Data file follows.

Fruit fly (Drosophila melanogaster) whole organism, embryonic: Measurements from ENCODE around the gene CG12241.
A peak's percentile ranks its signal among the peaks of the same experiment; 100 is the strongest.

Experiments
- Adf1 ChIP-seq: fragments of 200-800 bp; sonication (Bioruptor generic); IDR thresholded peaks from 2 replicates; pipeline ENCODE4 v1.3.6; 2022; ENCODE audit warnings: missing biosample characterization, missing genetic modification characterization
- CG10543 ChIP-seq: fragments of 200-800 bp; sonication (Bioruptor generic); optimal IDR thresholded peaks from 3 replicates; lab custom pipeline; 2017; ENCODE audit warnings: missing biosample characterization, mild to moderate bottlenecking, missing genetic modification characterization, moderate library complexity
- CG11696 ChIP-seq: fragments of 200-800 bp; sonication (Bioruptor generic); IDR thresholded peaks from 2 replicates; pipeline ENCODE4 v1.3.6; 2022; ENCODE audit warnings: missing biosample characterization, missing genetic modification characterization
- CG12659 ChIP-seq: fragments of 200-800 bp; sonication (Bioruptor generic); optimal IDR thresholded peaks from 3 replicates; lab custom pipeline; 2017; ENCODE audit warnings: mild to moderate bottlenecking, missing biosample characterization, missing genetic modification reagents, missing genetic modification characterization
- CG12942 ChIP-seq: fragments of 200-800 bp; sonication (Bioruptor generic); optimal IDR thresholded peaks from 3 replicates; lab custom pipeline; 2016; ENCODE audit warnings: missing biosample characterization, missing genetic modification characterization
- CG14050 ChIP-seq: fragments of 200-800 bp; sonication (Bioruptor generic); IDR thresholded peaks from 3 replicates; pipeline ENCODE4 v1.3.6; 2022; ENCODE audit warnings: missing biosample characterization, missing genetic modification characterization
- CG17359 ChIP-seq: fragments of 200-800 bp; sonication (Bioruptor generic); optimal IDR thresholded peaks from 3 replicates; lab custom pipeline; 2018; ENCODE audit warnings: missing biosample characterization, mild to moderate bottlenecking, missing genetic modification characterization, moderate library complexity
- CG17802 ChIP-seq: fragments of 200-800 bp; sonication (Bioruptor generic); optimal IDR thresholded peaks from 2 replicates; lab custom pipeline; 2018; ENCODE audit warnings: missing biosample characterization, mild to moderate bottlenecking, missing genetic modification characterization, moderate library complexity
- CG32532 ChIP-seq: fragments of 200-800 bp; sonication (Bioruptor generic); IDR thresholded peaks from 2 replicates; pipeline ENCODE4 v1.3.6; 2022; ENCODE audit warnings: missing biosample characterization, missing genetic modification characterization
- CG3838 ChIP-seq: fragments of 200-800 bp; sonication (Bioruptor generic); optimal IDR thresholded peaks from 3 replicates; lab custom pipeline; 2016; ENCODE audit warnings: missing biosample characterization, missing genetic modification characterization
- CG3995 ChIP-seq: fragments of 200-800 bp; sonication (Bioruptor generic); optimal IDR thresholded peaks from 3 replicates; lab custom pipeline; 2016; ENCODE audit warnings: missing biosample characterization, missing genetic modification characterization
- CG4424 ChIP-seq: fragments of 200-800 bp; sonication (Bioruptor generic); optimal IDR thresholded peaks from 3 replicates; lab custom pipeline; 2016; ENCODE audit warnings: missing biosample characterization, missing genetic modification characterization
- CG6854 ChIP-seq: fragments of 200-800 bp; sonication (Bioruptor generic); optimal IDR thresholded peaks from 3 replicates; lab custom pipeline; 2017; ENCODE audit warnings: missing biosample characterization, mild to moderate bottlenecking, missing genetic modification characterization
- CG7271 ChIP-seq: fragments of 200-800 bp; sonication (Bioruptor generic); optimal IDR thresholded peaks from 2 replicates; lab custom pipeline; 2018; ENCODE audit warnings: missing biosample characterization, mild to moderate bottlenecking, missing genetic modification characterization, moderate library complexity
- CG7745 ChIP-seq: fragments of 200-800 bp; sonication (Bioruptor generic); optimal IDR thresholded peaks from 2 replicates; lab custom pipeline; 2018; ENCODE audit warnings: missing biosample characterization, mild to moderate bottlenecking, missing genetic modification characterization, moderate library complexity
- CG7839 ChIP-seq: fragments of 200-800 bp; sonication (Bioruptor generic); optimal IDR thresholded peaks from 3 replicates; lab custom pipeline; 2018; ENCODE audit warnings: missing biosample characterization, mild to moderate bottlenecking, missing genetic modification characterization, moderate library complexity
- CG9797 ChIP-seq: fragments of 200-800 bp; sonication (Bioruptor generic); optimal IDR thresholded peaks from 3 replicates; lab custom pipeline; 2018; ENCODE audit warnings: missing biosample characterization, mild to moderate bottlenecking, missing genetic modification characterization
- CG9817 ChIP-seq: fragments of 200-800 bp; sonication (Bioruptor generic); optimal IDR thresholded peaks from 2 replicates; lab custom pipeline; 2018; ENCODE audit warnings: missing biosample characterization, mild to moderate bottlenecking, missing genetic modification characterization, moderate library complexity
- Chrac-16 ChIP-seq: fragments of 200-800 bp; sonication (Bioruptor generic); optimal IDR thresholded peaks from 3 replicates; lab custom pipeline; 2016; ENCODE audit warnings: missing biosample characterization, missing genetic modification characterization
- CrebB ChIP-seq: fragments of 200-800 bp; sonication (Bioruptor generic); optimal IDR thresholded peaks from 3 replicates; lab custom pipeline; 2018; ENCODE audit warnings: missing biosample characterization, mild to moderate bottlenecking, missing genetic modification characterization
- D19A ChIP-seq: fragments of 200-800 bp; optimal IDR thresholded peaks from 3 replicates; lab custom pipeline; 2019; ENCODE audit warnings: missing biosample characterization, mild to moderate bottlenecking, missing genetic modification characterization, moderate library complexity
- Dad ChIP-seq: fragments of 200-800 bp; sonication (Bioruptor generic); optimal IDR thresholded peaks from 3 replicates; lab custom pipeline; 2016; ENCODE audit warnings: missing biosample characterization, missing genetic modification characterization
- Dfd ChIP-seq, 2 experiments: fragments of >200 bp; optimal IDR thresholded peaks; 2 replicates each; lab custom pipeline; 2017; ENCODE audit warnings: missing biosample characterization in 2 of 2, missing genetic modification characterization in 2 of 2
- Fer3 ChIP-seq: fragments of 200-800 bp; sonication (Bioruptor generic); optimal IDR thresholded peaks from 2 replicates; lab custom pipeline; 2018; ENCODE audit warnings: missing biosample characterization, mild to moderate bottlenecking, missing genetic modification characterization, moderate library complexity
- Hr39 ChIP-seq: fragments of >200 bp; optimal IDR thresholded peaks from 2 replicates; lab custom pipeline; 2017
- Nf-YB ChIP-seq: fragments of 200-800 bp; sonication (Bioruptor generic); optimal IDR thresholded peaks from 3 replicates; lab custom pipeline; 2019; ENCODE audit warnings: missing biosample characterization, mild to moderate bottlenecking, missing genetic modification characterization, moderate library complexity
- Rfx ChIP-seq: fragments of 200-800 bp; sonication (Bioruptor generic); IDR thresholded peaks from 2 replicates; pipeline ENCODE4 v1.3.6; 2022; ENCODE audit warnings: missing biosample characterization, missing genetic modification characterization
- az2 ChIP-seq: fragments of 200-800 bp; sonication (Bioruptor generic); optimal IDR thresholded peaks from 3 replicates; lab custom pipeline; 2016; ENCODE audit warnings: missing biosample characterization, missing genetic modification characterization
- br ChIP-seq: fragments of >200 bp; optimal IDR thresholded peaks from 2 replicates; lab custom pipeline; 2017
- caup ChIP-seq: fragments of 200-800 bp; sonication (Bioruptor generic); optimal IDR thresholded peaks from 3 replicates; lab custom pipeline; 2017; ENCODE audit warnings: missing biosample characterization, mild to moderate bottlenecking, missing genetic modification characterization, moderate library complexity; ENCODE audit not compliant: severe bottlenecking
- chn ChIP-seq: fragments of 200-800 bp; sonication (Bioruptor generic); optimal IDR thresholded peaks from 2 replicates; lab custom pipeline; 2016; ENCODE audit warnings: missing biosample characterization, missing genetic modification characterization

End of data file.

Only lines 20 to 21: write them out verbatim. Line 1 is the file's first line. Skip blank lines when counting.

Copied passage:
- CG9797 ChIP-seq: fragments of 200-800 bp; sonication (Bioruptor generic); optimal IDR thresholded peaks from 3 replicates; lab custom pipeline; 2018; ENCODE audit warnings: missing biosample characterization, mild to moderate bottlenecking, missing genetic modification characterization
- CG9817 ChIP-seq: fragments of 200-800 bp; sonication (Bioruptor generic); optimal IDR thresholded peaks from 2 replicates; lab custom pipeline; 2018; ENCODE audit warnings: missing biosample characterization, mild to moderate bottlenecking, missing genetic modification characterization, moderate library complexity